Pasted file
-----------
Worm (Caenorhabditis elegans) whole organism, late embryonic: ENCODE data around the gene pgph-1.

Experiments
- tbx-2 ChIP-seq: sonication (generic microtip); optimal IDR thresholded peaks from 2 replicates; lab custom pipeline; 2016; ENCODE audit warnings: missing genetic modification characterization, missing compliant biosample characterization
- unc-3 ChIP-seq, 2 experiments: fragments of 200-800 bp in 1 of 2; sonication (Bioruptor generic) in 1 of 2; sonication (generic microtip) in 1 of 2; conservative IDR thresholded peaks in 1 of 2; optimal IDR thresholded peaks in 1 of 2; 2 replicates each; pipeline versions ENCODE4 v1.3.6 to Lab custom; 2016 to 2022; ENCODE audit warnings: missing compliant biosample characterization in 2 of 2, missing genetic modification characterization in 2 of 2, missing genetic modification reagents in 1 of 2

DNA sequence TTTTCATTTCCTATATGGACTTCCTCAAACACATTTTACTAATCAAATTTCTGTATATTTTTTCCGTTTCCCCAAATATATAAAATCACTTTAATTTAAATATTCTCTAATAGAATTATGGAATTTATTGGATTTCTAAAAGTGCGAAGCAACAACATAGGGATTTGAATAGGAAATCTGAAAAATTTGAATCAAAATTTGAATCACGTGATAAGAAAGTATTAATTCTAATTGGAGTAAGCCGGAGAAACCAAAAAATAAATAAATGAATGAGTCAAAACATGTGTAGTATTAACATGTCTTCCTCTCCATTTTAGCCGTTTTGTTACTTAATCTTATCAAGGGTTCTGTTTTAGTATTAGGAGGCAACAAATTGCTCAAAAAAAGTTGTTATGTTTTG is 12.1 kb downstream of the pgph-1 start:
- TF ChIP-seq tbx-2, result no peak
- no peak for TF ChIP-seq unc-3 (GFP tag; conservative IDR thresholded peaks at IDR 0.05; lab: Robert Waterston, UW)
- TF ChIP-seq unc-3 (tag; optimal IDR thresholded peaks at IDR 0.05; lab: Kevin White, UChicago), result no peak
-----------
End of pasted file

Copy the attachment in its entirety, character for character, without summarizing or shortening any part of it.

Worm (Caenorhabditis elegans) whole organism, late embryonic: ENCODE data around the gene pgph-1.

Experiments
- tbx-2 ChIP-seq: sonication (generic microtip); optimal IDR thresholded peaks from 2 replicates; lab custom pipeline; 2016; ENCODE audit warnings: missing genetic modification characterization, missing compliant biosample characterization
- unc-3 ChIP-seq, 2 experiments: fragments of 200-800 bp in 1 of 2; sonication (Bioruptor generic) in 1 of 2; sonication (generic microtip) in 1 of 2; conservative IDR thresholded peaks in 1 of 2; optimal IDR thresholded peaks in 1 of 2; 2 replicates each; pipeline versions ENCODE4 v1.3.6 to Lab custom; 2016 to 2022; ENCODE audit warnings: missing compliant biosample characterization in 2 of 2, missing genetic modification characterization in 2 of 2, missing genetic modification reagents in 1 of 2

DNA sequence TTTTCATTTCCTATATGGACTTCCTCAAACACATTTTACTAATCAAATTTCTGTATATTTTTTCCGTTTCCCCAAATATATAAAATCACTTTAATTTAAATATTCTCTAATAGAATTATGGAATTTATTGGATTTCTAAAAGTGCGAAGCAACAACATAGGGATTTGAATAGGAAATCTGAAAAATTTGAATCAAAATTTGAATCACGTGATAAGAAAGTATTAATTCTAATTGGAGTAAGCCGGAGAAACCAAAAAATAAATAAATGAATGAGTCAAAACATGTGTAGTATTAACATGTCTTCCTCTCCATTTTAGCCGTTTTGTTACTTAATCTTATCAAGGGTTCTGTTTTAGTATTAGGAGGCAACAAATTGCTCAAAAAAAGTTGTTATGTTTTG is 12.1 kb downstream of the pgph-1 start:
- TF ChIP-seq tbx-2, result no peak
- no peak for TF ChIP-seq unc-3 (GFP tag; conservative IDR thresholded peaks at IDR 0.05; lab: Robert Waterston, UW)
- TF ChIP-seq unc-3 (tag; optimal IDR thresholded peaks at IDR 0.05; lab: Kevin White, UChicago), result no peak